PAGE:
Only gay men who have been celibate for at least a year are eligible to donate
The Food and Drug Administration issued new rules on blood donation by gay men this week, changing a 30-year-old policy disqualifying any man who has ever had sex with another man from donating blood in the U.S.
The new policy says men must wait 12 months after their last sexual contact with another man, mirroring blood donation rules in place in Great Britain and Australia, among other countries.
The FDA sets national standards for blood donation.
The ban on gay men donating blood was put in place near the beginning of the AIDS crisis, once it was understood that the virus causing AIDS could be passed through blood transfusion.
While most news reports of the policy change have claimed gay men may now donate blood, the new rule may add bisexual men who have had sex exclusively with women over the past year to the donation roles as well as that small portion of the gay male community that is celibate.
Gay men will only be allowed to donate blood if they claim to have abstained from sex for more than a year.
One of the safest groups of gay men to include in the donor pool would be married same-sex couples who test HIV-negative and are monogamous. But those couples are automatically excluded under the new policy.
Married heterosexual men who claim they are monogamous, however, are welcome to donate.
Before any blood is used, it is tested for a number of different pathogens, including HIV. According to FDA spokeswoman Tara Goodin, it can take up to nine days after contact for current tests to find HIV in the blood.
Dallas Voice spoke to Goodin on Tuesday. Goodin said she would refer additional questions to another spokesperson who didn’t send answers to written questions before press time.
AIDS Arms Executive Director John Carlo said human testing catches HIV infection in seven days and hematological testing is even faster.
While he called the new rule a step in the right direction, he said asking about behaviors is not a way to keep the blood supply safe.
“Because you’re gay or bi doesn’t mean you’re going to pass HIV through a blood transfusion,” he said. “And there are many people who are not gay living with HIV.”
He compared blood donation by a gay couple and a heterosexual couple.
“Chances are the gay, monogamous couple knows their HIV status,” he said, while a straight couple is much less likely to have been tested or know their status. That would be dangerous to the blood supply, if all blood weren’t tested.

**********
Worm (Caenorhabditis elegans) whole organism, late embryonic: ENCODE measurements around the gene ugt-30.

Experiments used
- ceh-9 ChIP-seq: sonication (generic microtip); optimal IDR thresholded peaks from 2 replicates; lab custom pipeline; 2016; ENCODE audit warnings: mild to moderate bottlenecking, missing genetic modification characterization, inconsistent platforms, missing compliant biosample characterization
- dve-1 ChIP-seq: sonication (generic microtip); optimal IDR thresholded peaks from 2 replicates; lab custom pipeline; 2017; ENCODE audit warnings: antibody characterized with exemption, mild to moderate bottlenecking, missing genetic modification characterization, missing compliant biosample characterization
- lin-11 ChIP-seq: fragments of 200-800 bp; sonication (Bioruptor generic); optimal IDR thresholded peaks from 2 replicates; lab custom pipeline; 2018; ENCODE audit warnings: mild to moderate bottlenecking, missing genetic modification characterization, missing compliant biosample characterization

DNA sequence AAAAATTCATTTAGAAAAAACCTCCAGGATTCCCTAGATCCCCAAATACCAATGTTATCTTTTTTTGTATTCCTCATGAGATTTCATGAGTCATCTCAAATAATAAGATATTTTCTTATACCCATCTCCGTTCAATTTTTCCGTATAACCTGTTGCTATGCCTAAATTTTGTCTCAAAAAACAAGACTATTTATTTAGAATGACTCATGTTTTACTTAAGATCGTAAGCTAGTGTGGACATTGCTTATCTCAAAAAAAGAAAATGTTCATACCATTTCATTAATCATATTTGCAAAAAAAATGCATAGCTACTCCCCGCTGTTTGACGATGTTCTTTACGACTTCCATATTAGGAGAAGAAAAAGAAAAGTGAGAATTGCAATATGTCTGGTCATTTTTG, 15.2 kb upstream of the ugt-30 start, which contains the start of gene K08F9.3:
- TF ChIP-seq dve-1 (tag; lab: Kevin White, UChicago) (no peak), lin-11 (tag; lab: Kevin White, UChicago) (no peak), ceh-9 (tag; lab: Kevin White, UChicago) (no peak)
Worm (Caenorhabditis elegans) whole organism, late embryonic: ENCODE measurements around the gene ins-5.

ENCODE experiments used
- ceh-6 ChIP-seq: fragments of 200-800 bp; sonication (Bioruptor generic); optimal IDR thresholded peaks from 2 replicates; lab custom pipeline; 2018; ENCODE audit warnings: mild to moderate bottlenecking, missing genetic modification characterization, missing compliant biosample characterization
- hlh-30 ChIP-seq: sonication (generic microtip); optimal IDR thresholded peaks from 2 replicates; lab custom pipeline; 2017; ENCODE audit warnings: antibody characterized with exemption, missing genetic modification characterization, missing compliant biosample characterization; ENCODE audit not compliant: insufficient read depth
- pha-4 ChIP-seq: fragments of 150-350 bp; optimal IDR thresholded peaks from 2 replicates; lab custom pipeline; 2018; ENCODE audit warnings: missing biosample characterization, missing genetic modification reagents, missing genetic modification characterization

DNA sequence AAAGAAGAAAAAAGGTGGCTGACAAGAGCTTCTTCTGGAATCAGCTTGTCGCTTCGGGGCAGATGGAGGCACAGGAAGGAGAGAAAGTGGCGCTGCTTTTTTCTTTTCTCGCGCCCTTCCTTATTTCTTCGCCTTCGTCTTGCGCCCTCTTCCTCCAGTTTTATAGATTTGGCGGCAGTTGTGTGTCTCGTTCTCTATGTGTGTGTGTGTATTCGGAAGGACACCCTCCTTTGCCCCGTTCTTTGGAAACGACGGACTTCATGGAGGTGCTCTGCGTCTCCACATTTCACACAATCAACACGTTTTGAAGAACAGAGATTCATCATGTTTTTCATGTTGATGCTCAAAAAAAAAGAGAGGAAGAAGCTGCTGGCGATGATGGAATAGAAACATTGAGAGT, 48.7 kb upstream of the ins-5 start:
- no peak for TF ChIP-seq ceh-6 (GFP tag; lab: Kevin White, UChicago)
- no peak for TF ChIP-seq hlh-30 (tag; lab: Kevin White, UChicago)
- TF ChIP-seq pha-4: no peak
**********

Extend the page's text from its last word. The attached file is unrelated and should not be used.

Carlo questioned whether the one-year waiting period was just a time period people understood and was therefore used to make people feel safe.
Lambda Legal Midwest Public Information Officer Graciela Gonzalez said the new rules are “still discriminatory” and “doesn’t make the blood supply any safer.” She said basing the safety of blood on what people self-report is ridiculous.
Scott Schoettes is Lambda Legal’s HIV project director and a senior attorney. He said if blood banks are going to rely on self-reporting, it should be about behaviors, not categories.
“We need a donor questionnaire that gets at individual risk assessment,” he said.
There’s no reason to exclude all gay men, he said. But there may be reasons to exclude people who engaged in anal sex during a certain period of time prior to donation. That exclusion should apply to men or women, gay or straight.
“Of course they don’t want to ask those questions to the general public,” Schoettes said.
He said he doesn’t believe the restrictions are really about HIV anymore.
“It’s about the next transfusion-transmittable infection,” he said. TTIs, he explained, are blood-borne pathogens that can be transmitted.
Schoettes said the fear is those infections will originate in the gay community. But all donated blood is screened for Hepatitis B, Hepatitis C and West Nile Virus, and none of those originated in the gay community.
“Although the new policy is completely misguided, there’s a concern people will create a policy in their own head,” Schoettes said.
He said it will take time for local blood banks to ramp up to the new policy.
“Some people will lie,” he said. “The worst thing that could happen is if there’s any uptick in HIV in the donor supply — even if it’s caught and the blood isn’t used.”
He discouraged gay men from trying to donate blood.
“Comply with the policy — as misguided as it is,” he said.
This article appeared in the Dallas Voice print edition December 25, 2015.